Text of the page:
Mathematicians can do some amazing things, but some have been accused of living too much in the world of theory rather than fact. Here's a neat video:

Basically, it says that:

1-1+1-1+1-1+1-1+1... = ½

1-S = 1-(1-1+1-1+1-1+1-1+1...)

1-(1-1+1-1+1-1+1-1+1...) = 1-1+1-1+1-1+1... = S

Therefore,

1-S = S

1 = 2S

S = ½

Pretty straightforward, right? Plus we know the series oscillates between 0 and 1, so a number of 1/2 makes sense (as it would be the average, as it were).

Not so fast, Mathicus Maximus!

It's a new superhero I'm working on. |

The issue here lies in treating S like a natural number; their premise in finding S assumes that S indeed exists and is not simply conceptual. This is a problematic assumption, which I'll demonstrate.

So, let's do us some math wrangling. Buckle up; it's math time!

Please, Hammer, don't infinite Riemann sum them. |

First, let's take 2S. In the video, this is treated like 2*S, thus we can solve:

2S = 1

S = ½

OK, all fair and good. Or is it? Let's do some fandangling with 2S and see what we can see.

S = 1-1+1-1+1-1...

2S = 2(1-1+1-1+1-1...)

2S = 2-2+2-2+2-2...

OK, here's the fun part:

2-2+2-2+2-2... = (1+1)-(1+1)+(1+1)-(1+1)...

(1+1)-(1+1)+(1+1)-(1+1)... = 1+1-1-1+1+1-1-1...

1+1-1-1+1+1-1-1... = (1+1-1-1)+(1+1-1-1)+(1+1-1-1)...

(1+1-1-1)+(1+1-1-1)+(1+1-1-1)... = (1-1+1-1)+(1-1+1-1)+(1-1+1-1)...

(1-1+1-1)+(1-1+1-1)+(1-1+1-1)... = 1-1+1-1+1-1+1-1...

And, by definition:

1-1+1-1+1-1+1-1... = S

Therefore,

2S = S

If this is true (which it is, based on the definition of S and the logic used in the video), then we have:

1-S = S = 2S

1-S = 2S

1 = 3S

S = ⅓

We could get any number of possibilities for S as logic dictates that nS = S (n being 1 or an even integer, at least; haven't tried it with odd integers).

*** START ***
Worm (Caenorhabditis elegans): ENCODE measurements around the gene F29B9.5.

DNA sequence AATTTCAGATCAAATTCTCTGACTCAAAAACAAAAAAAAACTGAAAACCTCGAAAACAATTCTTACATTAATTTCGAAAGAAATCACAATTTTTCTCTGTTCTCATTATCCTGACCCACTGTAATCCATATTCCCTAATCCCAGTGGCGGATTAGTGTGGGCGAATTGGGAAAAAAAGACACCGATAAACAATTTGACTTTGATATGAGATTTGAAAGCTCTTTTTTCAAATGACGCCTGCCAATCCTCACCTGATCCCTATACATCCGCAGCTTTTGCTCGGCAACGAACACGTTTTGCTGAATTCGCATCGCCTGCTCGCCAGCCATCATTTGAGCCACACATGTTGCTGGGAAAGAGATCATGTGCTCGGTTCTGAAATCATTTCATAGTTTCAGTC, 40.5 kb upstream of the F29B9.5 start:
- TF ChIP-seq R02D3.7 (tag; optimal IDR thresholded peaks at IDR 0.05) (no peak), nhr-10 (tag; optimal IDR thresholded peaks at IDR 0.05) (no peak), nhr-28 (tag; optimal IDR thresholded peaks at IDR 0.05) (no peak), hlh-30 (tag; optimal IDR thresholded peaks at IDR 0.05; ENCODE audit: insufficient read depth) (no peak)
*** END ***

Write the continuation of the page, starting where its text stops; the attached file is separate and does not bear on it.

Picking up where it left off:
The video treats the equation 1-S = S like we can algebraically manipulate it, but we can't do that and still get real results. This is because they assume that there exists a value S and then go about using that value, but they never actually prove that S exists. If we try the same thing with other abstract concepts/numbers, like 0, we get:

4(0)/0 = 8

0/0 = 8/4 = 2

0 = 2(0)

Now to substitute 0=2(0) in our original equation. We still haven't committed any math ills, here.

4(2(0)) = 8(0)

2(0) = 8(0)/4

Now let's substitute again.

2(0) = 8(2(0))/4

0/0 = 16/8 = 2

1 = 2

In this way, we have "proven" that 1 = 2.

Since this is false, one or more of our premises or calculations must be false. We know that it's the division by 0; you can't take 0/0 = 1. The premise from the video commits a similar math sin. Namely, it assumes that S+S = 2S (that S is a number which can be added like that).

However, we have shown that S+S = S, and is in keeping with how the sequence is defined. We cannot simply treat S as a number or we run into the same issue we did above with 0. The defined definition of S will not allow us to simply manipulate it like an algebraic variable. We arrived at the conclusion that 1-S = S through non algebraic means; it was part of the concept of what S is. Similarly, we arrived at the equally valid conclusion that 2S = S. There is obviously more going on here than simple addition or multiplication when we perform arithmetic with it. Therefore, we must either reject the premise that S = ½, or we must accept that S = ⅓, ¼, ⅙, or any other value we can manipulate it to give.

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